One successful ACO's secret to success


Mercy Accountable Care Organization (ACO) has identified and successfully leveraged a critical factor to supplement its population health strategies.

Population health is widely promoted as a key strategy to transform healthcare through the power of data and analytics. The goal is to separate the most effective treatments for a given patient population from the less effective ones.

While this is largely accurate, Mercy Accountable Care Organization (ACO), made up of a large healthcare system in Des Moines, Iowa, has identified and successfully leveraged an as-yet “unsung hero” factor to supplement its population health strategies. That factor a personalized approach to patient care through health coaches.

For example, Mercy ACO recently sought to reduce admissions and improve the quality of life among 65,908 Mercy patients with hypertension. To this end, the ACO hired 100 health coaches to work with these patients. Rather than working in hospitals or from remote call centers to speak with patients over the phone, these coaches work primarily in physician offices, where they can have face-to-face contact with patients and are perceived as part of the team, making them and their care more effective.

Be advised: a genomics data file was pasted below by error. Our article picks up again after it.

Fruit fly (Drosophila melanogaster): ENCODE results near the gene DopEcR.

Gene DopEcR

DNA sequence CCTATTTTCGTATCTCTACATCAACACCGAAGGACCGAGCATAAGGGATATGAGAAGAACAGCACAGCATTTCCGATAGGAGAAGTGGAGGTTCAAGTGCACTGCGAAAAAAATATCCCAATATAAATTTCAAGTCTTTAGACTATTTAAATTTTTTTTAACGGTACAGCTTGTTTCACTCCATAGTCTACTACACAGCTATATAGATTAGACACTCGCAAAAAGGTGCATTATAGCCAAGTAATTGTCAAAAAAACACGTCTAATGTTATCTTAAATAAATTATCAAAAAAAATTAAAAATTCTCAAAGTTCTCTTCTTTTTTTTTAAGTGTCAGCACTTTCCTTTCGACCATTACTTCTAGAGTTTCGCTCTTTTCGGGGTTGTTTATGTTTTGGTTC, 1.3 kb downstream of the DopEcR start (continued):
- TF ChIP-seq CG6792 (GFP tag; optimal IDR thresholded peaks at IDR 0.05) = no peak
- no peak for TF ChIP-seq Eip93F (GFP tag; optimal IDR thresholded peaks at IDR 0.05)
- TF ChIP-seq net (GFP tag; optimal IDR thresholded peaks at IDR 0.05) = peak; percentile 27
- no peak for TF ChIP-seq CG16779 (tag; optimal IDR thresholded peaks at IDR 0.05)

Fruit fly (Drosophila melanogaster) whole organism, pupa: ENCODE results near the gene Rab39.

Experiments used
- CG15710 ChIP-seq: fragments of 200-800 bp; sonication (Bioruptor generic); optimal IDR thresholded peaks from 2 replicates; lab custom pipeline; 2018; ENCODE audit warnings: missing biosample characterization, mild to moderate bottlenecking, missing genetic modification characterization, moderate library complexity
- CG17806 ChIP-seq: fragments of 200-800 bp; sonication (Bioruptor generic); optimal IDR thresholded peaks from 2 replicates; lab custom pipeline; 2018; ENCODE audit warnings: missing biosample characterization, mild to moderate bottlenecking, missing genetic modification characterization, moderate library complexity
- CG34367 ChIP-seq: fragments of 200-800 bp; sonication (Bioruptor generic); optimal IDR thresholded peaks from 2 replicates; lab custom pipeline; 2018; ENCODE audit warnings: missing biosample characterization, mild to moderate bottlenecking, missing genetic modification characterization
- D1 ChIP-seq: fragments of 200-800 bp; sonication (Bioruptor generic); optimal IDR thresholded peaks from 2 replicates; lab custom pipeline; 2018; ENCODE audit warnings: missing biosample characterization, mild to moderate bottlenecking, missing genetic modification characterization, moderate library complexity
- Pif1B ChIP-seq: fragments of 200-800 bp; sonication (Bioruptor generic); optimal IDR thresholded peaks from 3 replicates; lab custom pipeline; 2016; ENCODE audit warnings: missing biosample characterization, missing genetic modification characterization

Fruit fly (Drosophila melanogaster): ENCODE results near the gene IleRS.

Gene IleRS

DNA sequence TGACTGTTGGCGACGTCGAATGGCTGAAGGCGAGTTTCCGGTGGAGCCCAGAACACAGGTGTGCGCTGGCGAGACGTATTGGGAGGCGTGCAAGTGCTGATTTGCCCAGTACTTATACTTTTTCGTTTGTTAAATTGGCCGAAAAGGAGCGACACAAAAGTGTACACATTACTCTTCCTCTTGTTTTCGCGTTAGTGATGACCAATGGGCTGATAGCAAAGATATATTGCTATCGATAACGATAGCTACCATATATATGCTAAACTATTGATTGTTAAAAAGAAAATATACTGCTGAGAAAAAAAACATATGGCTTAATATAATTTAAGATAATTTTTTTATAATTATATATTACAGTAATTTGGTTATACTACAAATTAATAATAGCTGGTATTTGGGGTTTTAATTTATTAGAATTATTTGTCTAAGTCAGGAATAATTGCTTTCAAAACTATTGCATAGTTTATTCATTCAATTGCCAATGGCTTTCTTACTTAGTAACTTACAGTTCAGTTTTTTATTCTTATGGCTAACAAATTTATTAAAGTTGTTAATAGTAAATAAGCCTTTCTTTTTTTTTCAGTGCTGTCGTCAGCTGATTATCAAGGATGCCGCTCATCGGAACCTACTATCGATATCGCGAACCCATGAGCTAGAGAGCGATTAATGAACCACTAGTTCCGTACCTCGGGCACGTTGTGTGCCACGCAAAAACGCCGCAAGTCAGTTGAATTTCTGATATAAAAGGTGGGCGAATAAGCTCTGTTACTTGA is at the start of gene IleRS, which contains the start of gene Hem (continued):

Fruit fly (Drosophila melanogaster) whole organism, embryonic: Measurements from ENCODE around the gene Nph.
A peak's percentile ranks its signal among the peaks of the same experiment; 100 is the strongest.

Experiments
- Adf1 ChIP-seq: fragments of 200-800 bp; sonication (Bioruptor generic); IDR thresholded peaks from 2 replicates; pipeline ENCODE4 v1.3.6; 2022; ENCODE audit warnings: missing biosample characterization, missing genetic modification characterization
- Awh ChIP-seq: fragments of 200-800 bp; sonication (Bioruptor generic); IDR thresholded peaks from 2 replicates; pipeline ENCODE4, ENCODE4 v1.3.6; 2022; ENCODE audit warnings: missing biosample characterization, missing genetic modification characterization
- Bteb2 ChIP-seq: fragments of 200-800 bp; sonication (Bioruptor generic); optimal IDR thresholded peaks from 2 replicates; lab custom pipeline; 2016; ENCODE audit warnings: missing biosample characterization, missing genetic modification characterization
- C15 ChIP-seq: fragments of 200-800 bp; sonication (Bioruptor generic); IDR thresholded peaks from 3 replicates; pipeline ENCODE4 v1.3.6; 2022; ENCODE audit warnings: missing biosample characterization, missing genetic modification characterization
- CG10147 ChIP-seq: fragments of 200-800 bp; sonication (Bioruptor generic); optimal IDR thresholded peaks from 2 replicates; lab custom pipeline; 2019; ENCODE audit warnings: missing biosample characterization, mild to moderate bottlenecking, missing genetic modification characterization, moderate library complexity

The coaches dive deep to understand each patient’s core motivation and drivers for improving their health status. For example, one patient’s surface motivation to lose weight might be to have the ability to exercise more, but her coach’s efforts could reveal a deeper “core motivation” to not lose independence. Each coach then works closely with patients to establish the tactics to achieve the goal, such as making better food choices, exercising more often, etc.

This approach illustrates the value of adding a personalized approach to population health management, which tends to focus strictly on tracking the outcomes of various treatments solely on numbers.

Indeed, the numbers show the program is working: Seventy four percent of patients in the program have reduced their blood pressure to 140/90 or less-a percentage that is considerably better than national averages. Nationally, statistics show that patients with better-controlled blood pressure have fewer strokes and heart attacks because their hypertension is controlled.

While definitively linking the program with the reduction in admissions is difficult, Mercy ACO believes this more empathic approach to population health care is responsible for reductions in admissions per-thousand patients among this patient population, leading, in turn, to lower costs of care for the organization as a whole. Between 2009 and 2014, Mercy ACO’s readmit rates dropped from 151.64 per 1,000 patients, to 129.02 per 1,000.

David Swieskowski, MD, MBA, is president and chief accountable care officer at Mercy ACO.


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